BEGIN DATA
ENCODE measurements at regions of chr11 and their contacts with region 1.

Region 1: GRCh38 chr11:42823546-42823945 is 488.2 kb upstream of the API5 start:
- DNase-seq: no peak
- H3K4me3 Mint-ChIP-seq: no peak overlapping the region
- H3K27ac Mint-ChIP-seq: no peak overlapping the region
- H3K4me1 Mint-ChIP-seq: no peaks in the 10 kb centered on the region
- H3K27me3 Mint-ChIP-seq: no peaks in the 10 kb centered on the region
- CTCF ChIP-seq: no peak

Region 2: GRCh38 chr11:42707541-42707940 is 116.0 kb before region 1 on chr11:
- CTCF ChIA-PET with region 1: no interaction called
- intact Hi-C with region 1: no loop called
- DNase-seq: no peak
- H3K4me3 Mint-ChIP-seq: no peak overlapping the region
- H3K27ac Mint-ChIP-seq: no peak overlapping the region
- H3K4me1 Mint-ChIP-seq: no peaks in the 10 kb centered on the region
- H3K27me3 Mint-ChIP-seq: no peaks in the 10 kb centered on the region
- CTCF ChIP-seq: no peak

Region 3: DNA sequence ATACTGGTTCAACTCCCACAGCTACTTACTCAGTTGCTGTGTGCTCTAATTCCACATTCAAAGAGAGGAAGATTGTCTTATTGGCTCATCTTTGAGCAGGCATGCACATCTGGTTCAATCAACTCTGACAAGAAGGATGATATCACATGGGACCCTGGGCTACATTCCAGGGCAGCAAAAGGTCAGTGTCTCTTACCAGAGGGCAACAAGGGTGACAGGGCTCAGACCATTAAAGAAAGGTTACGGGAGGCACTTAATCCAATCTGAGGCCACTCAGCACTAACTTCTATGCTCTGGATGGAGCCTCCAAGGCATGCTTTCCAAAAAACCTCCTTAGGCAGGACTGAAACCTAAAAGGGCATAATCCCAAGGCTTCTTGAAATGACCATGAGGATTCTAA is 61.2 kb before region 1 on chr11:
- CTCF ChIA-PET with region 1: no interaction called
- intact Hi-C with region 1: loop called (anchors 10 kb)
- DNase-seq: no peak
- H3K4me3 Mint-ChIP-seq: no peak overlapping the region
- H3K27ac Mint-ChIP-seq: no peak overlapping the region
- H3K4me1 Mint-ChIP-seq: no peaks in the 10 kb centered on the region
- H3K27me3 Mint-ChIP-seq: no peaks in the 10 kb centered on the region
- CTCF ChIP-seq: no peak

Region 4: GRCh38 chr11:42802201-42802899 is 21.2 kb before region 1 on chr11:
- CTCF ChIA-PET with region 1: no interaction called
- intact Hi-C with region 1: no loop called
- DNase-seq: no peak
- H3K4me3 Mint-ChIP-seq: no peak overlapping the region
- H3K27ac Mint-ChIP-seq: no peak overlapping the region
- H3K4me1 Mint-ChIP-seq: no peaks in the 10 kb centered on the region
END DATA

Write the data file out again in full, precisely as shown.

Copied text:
ENCODE measurements at regions of chr11 and their contacts with region 1.

Region 1: GRCh38 chr11:42823546-42823945 is 488.2 kb upstream of the API5 start:
- DNase-seq: no peak
- H3K4me3 Mint-ChIP-seq: no peak overlapping the region
- H3K27ac Mint-ChIP-seq: no peak overlapping the region
- H3K4me1 Mint-ChIP-seq: no peaks in the 10 kb centered on the region
- H3K27me3 Mint-ChIP-seq: no peaks in the 10 kb centered on the region
- CTCF ChIP-seq: no peak

Region 2: GRCh38 chr11:42707541-42707940 is 116.0 kb before region 1 on chr11:
- CTCF ChIA-PET with region 1: no interaction called
- intact Hi-C with region 1: no loop called
- DNase-seq: no peak
- H3K4me3 Mint-ChIP-seq: no peak overlapping the region
- H3K27ac Mint-ChIP-seq: no peak overlapping the region
- H3K4me1 Mint-ChIP-seq: no peaks in the 10 kb centered on the region
- H3K27me3 Mint-ChIP-seq: no peaks in the 10 kb centered on the region
- CTCF ChIP-seq: no peak

Region 3: DNA sequence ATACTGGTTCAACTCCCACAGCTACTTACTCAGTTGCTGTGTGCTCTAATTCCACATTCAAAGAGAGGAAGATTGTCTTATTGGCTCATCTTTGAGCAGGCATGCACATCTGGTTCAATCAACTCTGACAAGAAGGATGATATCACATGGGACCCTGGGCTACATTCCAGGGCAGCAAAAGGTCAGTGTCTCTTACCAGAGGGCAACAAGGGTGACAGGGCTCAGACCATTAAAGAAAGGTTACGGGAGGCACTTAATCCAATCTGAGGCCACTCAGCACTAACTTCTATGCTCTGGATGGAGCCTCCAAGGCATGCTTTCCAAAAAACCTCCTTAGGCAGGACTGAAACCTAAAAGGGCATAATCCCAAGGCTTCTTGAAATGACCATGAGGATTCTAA is 61.2 kb before region 1 on chr11:
- CTCF ChIA-PET with region 1: no interaction called
- intact Hi-C with region 1: loop called (anchors 10 kb)
- DNase-seq: no peak
- H3K4me3 Mint-ChIP-seq: no peak overlapping the region
- H3K27ac Mint-ChIP-seq: no peak overlapping the region
- H3K4me1 Mint-ChIP-seq: no peaks in the 10 kb centered on the region
- H3K27me3 Mint-ChIP-seq: no peaks in the 10 kb centered on the region
- CTCF ChIP-seq: no peak

Region 4: GRCh38 chr11:42802201-42802899 is 21.2 kb before region 1 on chr11:
- CTCF ChIA-PET with region 1: no interaction called
- intact Hi-C with region 1: no loop called
- DNase-seq: no peak
- H3K4me3 Mint-ChIP-seq: no peak overlapping the region
- H3K27ac Mint-ChIP-seq: no peak overlapping the region
- H3K4me1 Mint-ChIP-seq: no peaks in the 10 kb centered on the region